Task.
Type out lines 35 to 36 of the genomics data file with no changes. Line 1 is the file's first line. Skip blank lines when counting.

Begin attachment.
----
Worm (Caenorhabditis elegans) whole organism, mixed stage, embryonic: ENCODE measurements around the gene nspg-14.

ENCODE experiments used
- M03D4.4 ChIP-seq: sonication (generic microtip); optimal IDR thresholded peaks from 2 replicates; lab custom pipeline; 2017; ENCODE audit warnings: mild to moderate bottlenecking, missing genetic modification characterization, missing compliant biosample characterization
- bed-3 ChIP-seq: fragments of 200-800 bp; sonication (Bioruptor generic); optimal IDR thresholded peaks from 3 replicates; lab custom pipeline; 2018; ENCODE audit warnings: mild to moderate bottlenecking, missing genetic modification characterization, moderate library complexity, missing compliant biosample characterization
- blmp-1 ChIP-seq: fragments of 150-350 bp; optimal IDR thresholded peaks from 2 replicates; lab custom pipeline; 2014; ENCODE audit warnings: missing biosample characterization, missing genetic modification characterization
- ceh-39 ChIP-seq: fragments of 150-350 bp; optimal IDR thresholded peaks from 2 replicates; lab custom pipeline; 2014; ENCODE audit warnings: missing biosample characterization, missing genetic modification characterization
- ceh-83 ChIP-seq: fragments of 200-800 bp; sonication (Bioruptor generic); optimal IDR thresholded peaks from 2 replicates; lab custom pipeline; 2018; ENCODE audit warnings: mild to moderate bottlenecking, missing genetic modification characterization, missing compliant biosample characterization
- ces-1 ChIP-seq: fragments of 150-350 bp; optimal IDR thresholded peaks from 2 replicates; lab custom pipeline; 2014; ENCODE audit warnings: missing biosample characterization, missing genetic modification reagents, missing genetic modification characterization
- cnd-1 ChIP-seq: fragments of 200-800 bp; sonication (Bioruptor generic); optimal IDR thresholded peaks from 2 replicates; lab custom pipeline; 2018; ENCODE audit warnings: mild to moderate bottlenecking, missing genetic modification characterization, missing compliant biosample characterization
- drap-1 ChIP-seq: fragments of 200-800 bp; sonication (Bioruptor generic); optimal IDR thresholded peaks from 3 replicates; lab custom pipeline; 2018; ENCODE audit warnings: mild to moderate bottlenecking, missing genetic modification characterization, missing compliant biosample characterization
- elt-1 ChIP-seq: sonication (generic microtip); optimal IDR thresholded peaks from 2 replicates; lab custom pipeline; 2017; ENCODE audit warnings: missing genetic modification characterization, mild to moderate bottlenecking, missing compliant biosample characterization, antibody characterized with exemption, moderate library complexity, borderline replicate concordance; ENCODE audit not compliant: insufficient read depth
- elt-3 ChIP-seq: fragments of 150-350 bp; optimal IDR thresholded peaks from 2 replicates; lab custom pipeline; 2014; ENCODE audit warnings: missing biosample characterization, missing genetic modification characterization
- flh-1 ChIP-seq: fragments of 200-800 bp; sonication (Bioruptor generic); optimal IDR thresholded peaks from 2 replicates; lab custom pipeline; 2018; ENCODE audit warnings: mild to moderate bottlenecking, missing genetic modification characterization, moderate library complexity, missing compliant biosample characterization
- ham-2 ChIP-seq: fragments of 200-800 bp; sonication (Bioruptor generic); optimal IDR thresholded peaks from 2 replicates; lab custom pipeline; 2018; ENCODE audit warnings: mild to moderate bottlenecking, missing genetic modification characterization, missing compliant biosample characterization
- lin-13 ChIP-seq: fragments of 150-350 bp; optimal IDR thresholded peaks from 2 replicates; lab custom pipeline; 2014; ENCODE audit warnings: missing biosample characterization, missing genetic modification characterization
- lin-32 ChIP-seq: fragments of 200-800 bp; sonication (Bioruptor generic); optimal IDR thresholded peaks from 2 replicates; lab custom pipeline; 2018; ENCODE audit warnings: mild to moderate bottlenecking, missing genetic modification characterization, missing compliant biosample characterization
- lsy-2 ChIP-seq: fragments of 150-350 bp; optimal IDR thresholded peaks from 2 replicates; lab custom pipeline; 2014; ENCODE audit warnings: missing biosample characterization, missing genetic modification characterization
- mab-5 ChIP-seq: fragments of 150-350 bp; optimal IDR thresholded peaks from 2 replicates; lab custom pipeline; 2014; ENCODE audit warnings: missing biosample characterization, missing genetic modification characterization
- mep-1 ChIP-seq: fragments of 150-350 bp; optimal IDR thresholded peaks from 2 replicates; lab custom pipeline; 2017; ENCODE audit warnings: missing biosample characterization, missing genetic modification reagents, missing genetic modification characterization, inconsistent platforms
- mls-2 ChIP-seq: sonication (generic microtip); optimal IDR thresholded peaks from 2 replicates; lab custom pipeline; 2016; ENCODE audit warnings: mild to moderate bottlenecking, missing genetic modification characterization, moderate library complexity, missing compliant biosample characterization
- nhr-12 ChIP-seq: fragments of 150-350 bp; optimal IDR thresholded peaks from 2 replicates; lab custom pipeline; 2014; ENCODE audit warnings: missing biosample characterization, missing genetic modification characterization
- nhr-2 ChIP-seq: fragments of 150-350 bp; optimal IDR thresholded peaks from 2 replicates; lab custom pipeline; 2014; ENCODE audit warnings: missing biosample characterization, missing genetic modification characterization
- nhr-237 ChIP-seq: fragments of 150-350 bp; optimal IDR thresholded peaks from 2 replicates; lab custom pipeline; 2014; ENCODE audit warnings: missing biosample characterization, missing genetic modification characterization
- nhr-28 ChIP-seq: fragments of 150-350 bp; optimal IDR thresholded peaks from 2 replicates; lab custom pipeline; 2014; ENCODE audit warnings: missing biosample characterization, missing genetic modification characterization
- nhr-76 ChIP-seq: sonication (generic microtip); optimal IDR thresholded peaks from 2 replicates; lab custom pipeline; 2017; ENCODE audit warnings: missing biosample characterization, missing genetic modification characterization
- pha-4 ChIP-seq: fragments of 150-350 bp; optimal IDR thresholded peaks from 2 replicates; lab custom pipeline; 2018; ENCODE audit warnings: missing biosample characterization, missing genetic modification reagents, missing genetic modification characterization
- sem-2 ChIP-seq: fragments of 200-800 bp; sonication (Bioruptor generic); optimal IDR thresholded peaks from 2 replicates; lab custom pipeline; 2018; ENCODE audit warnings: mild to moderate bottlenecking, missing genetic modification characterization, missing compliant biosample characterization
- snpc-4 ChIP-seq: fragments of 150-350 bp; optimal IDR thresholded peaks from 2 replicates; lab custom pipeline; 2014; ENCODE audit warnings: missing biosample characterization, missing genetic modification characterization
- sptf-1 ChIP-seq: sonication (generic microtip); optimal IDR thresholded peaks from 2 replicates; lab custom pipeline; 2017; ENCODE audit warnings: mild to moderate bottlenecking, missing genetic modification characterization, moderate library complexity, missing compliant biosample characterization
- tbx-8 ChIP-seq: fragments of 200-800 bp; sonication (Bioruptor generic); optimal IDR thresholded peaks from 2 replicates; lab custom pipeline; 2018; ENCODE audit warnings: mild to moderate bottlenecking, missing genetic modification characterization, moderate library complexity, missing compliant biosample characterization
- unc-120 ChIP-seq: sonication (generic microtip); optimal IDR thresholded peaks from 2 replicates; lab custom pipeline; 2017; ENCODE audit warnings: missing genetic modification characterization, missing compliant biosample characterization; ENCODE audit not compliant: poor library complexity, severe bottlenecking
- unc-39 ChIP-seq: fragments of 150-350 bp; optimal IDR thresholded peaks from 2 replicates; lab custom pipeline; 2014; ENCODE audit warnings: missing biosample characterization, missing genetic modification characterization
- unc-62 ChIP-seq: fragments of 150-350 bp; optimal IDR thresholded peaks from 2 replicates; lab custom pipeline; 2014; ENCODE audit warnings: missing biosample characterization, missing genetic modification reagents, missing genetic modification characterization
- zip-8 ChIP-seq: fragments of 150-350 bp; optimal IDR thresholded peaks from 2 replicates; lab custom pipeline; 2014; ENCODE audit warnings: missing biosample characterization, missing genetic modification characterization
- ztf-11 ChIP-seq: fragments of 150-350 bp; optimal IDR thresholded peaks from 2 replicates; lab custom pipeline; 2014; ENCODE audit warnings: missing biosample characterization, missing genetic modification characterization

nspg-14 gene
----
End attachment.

- ztf-11 ChIP-seq: fragments of 150-350 bp; optimal IDR thresholded peaks from 2 replicates; lab custom pipeline; 2014; ENCODE audit warnings: missing biosample characterization, missing genetic modification characterization

nspg-14 gene